From the foregoing it will be apparent that we are able to attain the objects of our invention and provide a durable, unitary instrument which embodies the advantages of a one-position instrument, utilizes a novel fixation device, employs an improved target illuminating unit and embodies means whereby settings of the instrument can be accurately made, all .of which are arranged and constructed to afford means for efficiently and accurately making measurements of the corneal'curvatures of the eye. a
Various modifications can be constructed without de arting from the spirit of the in vention an it is to be understood that the specification and drawings are to be interpreted asillustrative only, and not in any limiting sense.
We claim: I I g 1. Ah ophthalmometer comprising supporting means and a measuring unit mounted thereon for rotation about a horizontal axis, said unit comprising an optical system, target means disposed in a circle, the optical axis of said system passing substantially through the center of said circle and a single light source for uniformly illuminating said target means.
2. An ophthalmometer comprising a sup-' port, a measuring unit mounted 'on said support, said unit comprising an ocular, circularly disposed target means, the optical axis of said ocular passing through the center of said target means, a collective lens positioned between. said ocular and the plane of said target means, reflectingmeans positioned between said collective lens and said target means and a light source cooperating with a said reflecting means to illuminate sa1d tar- ,get means.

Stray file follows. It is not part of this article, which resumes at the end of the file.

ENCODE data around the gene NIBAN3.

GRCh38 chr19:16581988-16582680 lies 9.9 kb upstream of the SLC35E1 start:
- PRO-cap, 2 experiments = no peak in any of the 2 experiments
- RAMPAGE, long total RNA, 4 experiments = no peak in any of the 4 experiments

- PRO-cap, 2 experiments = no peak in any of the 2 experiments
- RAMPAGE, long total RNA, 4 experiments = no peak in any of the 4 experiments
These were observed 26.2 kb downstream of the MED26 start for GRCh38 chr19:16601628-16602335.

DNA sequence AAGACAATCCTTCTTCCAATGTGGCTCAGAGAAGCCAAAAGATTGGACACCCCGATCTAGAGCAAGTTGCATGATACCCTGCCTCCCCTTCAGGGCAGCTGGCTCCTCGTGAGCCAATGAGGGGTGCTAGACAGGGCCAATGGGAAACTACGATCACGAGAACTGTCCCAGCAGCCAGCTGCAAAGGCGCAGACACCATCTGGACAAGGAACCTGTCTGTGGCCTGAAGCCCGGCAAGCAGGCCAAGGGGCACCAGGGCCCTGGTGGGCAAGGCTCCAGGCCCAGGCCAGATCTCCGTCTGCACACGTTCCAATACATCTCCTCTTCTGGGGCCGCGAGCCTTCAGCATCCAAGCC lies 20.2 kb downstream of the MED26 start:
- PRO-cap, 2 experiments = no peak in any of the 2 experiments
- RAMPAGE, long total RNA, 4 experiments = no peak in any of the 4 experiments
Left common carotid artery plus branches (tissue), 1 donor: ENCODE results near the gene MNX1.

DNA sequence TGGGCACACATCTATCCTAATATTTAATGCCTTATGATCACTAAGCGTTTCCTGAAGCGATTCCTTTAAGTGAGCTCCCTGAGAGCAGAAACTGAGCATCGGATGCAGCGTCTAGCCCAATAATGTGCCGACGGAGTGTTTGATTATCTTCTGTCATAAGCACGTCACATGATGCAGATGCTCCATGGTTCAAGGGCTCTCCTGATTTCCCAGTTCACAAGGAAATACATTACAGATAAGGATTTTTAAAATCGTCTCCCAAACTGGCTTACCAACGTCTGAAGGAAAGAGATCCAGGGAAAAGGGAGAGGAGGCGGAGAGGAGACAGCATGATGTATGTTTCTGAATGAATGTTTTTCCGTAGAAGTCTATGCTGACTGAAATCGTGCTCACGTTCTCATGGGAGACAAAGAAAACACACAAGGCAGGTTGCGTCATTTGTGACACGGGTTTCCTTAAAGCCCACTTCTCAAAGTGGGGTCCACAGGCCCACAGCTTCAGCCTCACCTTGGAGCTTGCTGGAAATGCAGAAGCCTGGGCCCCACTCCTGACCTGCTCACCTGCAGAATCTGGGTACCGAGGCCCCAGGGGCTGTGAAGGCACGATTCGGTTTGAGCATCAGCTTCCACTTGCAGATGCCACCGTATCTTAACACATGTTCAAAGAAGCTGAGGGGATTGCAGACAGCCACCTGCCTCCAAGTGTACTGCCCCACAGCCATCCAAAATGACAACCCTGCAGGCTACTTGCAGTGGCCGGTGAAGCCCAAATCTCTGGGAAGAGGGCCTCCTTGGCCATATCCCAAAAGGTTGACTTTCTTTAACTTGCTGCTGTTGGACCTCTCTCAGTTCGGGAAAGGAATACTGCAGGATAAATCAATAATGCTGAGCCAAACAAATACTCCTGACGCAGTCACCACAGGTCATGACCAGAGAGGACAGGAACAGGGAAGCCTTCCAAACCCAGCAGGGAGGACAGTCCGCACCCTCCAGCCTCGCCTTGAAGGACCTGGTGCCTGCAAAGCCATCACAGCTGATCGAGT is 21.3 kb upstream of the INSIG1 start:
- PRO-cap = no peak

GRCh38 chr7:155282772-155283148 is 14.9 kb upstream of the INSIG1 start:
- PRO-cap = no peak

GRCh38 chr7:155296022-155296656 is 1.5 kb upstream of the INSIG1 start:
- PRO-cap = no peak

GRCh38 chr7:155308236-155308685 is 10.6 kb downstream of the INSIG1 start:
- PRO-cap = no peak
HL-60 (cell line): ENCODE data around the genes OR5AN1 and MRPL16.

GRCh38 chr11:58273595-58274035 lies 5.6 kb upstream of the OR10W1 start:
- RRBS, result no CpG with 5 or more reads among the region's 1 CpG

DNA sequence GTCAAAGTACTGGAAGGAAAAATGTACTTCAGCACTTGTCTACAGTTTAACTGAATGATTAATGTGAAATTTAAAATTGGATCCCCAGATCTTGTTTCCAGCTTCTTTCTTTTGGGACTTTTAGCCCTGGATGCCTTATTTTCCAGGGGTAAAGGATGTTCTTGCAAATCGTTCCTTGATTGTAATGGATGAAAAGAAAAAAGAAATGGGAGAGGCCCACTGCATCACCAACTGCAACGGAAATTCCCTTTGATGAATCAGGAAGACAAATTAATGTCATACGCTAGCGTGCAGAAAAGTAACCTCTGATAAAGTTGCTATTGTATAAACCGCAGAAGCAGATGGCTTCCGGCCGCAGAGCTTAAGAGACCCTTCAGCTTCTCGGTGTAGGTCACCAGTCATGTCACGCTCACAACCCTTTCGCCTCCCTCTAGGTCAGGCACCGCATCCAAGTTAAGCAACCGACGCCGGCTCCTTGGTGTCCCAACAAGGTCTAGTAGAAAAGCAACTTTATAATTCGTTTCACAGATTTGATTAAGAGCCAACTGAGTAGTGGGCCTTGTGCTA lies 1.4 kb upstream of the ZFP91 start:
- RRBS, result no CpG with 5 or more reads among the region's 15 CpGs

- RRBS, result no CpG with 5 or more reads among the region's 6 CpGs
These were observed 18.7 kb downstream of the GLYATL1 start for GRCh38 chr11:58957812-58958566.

3. In an ophthalmom-eter, the combination of an ocular and two spaced objective lenses, an opaque disk having spaced openings posis l. o .tioned between saldlpcular and sa1d lenses and reflecting means: on a surface of one of said lenses. 1 4. In an ophthalmometer the combination named means comprising of an ocular, a collective lens, target means having a light-transmitting portion in alignment with the axis of said lens and reflecting means on a surface of said lens.
5. In an ophthalmometer, the combination of with an optical system comprising an ocular, a plurality of collective lenses and prisms mounted between said ocular and lenses, of an apertured disk covering a surface of one of said lenses and reflecting means on a surface of another of said lenses.
6. In an ophthalmometer,,the combination of an ocular, collective lenses, adj ustably. mounted prisms between said ocular and said lenses, a perforated disk adjacent a surface of one of said lenses, a centrally disposed rciiecting means on a surface of another of said lenses and a target plate having a central opening in alignment with said lenses.
7. In an ophthalmometer, the combination of an optical system, target means disposed around a line passing through the optical center oi said system and means for fixing the gaze of an eye under observation, said last a reflecting area adjacent the optical axis 0 said system.